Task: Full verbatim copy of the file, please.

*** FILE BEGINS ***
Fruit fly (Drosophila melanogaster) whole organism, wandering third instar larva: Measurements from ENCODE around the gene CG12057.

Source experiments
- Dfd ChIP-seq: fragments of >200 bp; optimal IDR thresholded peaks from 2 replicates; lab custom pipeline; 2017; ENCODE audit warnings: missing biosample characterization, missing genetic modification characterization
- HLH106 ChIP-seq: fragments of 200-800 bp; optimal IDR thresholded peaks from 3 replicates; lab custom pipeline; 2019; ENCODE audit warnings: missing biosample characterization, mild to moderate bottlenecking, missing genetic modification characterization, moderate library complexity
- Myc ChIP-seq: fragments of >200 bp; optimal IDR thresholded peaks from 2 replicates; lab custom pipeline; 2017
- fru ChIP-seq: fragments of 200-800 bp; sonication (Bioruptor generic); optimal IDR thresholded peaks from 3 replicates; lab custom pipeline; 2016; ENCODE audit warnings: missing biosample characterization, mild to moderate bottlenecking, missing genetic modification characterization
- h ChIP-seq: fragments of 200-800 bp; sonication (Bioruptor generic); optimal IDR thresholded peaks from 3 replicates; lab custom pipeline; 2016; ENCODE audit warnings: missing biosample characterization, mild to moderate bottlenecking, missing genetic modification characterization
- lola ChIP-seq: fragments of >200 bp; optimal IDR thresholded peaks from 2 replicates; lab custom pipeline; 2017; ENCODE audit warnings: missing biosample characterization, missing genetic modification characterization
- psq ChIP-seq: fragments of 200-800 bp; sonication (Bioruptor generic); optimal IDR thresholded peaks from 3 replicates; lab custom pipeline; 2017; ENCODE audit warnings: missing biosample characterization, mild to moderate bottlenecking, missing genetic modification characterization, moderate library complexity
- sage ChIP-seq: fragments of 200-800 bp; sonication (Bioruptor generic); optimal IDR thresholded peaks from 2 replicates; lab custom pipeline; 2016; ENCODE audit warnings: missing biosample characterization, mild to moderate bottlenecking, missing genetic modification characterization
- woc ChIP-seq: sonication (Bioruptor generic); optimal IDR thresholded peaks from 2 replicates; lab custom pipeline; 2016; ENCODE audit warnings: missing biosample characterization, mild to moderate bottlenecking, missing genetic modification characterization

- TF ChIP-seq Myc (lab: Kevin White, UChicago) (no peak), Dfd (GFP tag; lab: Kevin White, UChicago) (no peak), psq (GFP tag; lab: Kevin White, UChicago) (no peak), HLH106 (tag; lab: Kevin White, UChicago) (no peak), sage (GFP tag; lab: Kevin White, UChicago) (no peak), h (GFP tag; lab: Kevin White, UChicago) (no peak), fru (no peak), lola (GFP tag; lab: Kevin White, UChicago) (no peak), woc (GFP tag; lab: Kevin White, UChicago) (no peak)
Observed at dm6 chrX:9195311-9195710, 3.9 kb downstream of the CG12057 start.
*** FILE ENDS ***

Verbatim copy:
Fruit fly (Drosophila melanogaster) whole organism, wandering third instar larva: Measurements from ENCODE around the gene CG12057.

Source experiments
- Dfd ChIP-seq: fragments of >200 bp; optimal IDR thresholded peaks from 2 replicates; lab custom pipeline; 2017; ENCODE audit warnings: missing biosample characterization, missing genetic modification characterization
- HLH106 ChIP-seq: fragments of 200-800 bp; optimal IDR thresholded peaks from 3 replicates; lab custom pipeline; 2019; ENCODE audit warnings: missing biosample characterization, mild to moderate bottlenecking, missing genetic modification characterization, moderate library complexity
- Myc ChIP-seq: fragments of >200 bp; optimal IDR thresholded peaks from 2 replicates; lab custom pipeline; 2017
- fru ChIP-seq: fragments of 200-800 bp; sonication (Bioruptor generic); optimal IDR thresholded peaks from 3 replicates; lab custom pipeline; 2016; ENCODE audit warnings: missing biosample characterization, mild to moderate bottlenecking, missing genetic modification characterization
- h ChIP-seq: fragments of 200-800 bp; sonication (Bioruptor generic); optimal IDR thresholded peaks from 3 replicates; lab custom pipeline; 2016; ENCODE audit warnings: missing biosample characterization, mild to moderate bottlenecking, missing genetic modification characterization
- lola ChIP-seq: fragments of >200 bp; optimal IDR thresholded peaks from 2 replicates; lab custom pipeline; 2017; ENCODE audit warnings: missing biosample characterization, missing genetic modification characterization
- psq ChIP-seq: fragments of 200-800 bp; sonication (Bioruptor generic); optimal IDR thresholded peaks from 3 replicates; lab custom pipeline; 2017; ENCODE audit warnings: missing biosample characterization, mild to moderate bottlenecking, missing genetic modification characterization, moderate library complexity
- sage ChIP-seq: fragments of 200-800 bp; sonication (Bioruptor generic); optimal IDR thresholded peaks from 2 replicates; lab custom pipeline; 2016; ENCODE audit warnings: missing biosample characterization, mild to moderate bottlenecking, missing genetic modification characterization
- woc ChIP-seq: sonication (Bioruptor generic); optimal IDR thresholded peaks from 2 replicates; lab custom pipeline; 2016; ENCODE audit warnings: missing biosample characterization, mild to moderate bottlenecking, missing genetic modification characterization

- TF ChIP-seq Myc (lab: Kevin White, UChicago) (no peak), Dfd (GFP tag; lab: Kevin White, UChicago) (no peak), psq (GFP tag; lab: Kevin White, UChicago) (no peak), HLH106 (tag; lab: Kevin White, UChicago) (no peak), sage (GFP tag; lab: Kevin White, UChicago) (no peak), h (GFP tag; lab: Kevin White, UChicago) (no peak), fru (no peak), lola (GFP tag; lab: Kevin White, UChicago) (no peak), woc (GFP tag; lab: Kevin White, UChicago) (no peak)
Observed at dm6 chrX:9195311-9195710, 3.9 kb downstream of the CG12057 start.